It’s a skill I picked up creating hundreds of clipping paths for images at Dorling Kindersley, where the famous style was text flowing around cut out images on white backgrounds. The only way to do this then was a cruder version of the curves in the “path” tool in Photoshop.
Bézier curves were developed by Pierre Bézier (Wikipedia), a French engineer who pioneered computer-aided design at Renault where the curves were used to design care bodies.
The Wikipedia page on Bézier curves has really nice animations on the maths behind the little handles and pivots you use to control the curve. I don’t understand them, but they are pretty in a geeky sort-of-way…
I had good meeting last night to agree the new logo for a (not to be named yet, but look really closely at the pics and you might be able to make it out) catering company and to discuss colour ways.
It was way too early to be coming up with designs for the site but, as I always get over-excited and had done a whole bunch of work to test out the new logo. Generally it’s not good practice to show such early design work to clients as it can confuse the issue, rather than presenting complete work that you are confident in. Also, if you show to many options you can end up getting asked for: “a bit of this design A mixed with a bit of that design B”, which might not work well together – and then you have a camel on your hands!
In this case I had a good feeling about the work so far and I thought it would be helpful to show the client how the identity would work in a real context. And I thought “hey, they’re chefs, they understand about mixing the right ingredients”.
20 minutes later and not only was the logo signed off, but we were well on our way to agreeing the website look and feel. This was followed by Guinness at Wiltons Music Hall. I was very happy : )
I’m just showing off really ; ) … trying to make this whole “designer” thing seem glamourours. It’s actually just a lot of squinting at screens for long hours getting eye-strain and swearing furiously at feedback emails!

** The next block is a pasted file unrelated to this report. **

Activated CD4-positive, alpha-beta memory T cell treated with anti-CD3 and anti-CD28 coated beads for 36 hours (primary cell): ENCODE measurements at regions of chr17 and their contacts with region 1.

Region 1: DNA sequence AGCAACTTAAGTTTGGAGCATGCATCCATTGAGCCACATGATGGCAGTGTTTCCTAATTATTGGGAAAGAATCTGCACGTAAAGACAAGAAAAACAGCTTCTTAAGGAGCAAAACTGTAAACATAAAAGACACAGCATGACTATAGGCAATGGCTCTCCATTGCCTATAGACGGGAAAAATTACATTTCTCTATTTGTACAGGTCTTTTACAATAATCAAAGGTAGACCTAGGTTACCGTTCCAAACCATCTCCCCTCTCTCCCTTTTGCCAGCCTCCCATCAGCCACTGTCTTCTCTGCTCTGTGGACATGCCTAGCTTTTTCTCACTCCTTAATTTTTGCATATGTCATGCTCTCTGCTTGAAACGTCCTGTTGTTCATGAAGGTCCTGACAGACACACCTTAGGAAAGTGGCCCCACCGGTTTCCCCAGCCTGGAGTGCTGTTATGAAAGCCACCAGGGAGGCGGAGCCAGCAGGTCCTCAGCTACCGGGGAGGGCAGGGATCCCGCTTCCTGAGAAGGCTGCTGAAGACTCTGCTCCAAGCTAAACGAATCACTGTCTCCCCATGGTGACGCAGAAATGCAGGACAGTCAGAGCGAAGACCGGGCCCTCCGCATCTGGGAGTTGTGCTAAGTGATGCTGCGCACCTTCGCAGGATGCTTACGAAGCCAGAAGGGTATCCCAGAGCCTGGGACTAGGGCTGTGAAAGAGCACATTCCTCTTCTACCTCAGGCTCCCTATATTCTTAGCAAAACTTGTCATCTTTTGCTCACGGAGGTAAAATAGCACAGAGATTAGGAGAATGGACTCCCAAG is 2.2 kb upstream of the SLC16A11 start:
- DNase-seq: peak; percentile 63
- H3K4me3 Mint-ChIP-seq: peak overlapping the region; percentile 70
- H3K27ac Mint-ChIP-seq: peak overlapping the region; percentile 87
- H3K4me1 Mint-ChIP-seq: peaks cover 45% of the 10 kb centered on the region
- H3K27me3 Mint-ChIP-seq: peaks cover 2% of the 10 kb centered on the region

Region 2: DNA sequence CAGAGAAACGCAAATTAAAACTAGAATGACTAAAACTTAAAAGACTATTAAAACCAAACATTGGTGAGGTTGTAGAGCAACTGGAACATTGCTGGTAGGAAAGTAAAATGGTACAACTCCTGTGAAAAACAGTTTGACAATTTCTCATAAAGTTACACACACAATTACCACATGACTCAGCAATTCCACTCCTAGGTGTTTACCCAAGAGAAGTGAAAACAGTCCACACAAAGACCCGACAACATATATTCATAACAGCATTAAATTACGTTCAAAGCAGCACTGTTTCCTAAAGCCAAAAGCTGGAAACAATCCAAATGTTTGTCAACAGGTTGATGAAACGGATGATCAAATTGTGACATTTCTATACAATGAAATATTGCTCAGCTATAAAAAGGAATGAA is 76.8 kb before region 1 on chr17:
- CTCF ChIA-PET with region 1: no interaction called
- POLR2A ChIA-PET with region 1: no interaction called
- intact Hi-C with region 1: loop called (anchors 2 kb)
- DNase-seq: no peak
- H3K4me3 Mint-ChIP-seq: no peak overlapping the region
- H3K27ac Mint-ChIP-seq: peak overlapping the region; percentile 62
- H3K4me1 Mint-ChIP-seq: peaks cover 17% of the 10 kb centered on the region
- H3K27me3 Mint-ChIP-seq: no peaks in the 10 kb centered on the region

Above are 4 sample colour ways for a new brand and website. Choosing colour is a complex problem, not only are there countless choices, there are also: gut reactions, personal tastes & physical differences in each person’s perception of colour to take into account.
With everything I do, I take inspiration from what the client gives me, in this case it was the photography of the food this company produces, as well as the table wear they use to present their food. I then select complimentary and accent colours to use as highlights, rollovers or side-boxes, to give site contrast and pace.
One handy tool is Adobe’s http://kuler.adobe.com which has user generated pallets as well as a tool to find complimentary or contrasting colours based on the standard principles of colour theory. I use “triad” to give a strong contrast.
Mostly though, I use my own judgement. This tool just helps to play around a little.
In the photograph I was using to draw this logo, which represents the decoration made from a drop of cream in a fruit coulis, it looked like a leaf. They are in fact hearts. So I have updated my Illustrator rendering for this logo mark. The shape is more feminine now and will compliment the image of the (still secret) company and it’s owners. Original design is below.
This is a little “day range” selector to help manage the feed list in My Time Out, which can get quite long and unwieldy. Being developed soon. The next iteration will allow you to select a weekend move that selection forward in time. Getting closer to the “browse by time” concept I came to Time Out ages ago.
Work is progressing on the build of the Books With Bite site, a site for Hachette Publishing to increase engagement with their range of “Supernatural romance ” titles. The site will be based on Joomla to offer the client to manage and update the site.
I’ve designed the site and created the logo, the Joomla build is being handled by Lurex Lounge. The deadline is Halloween!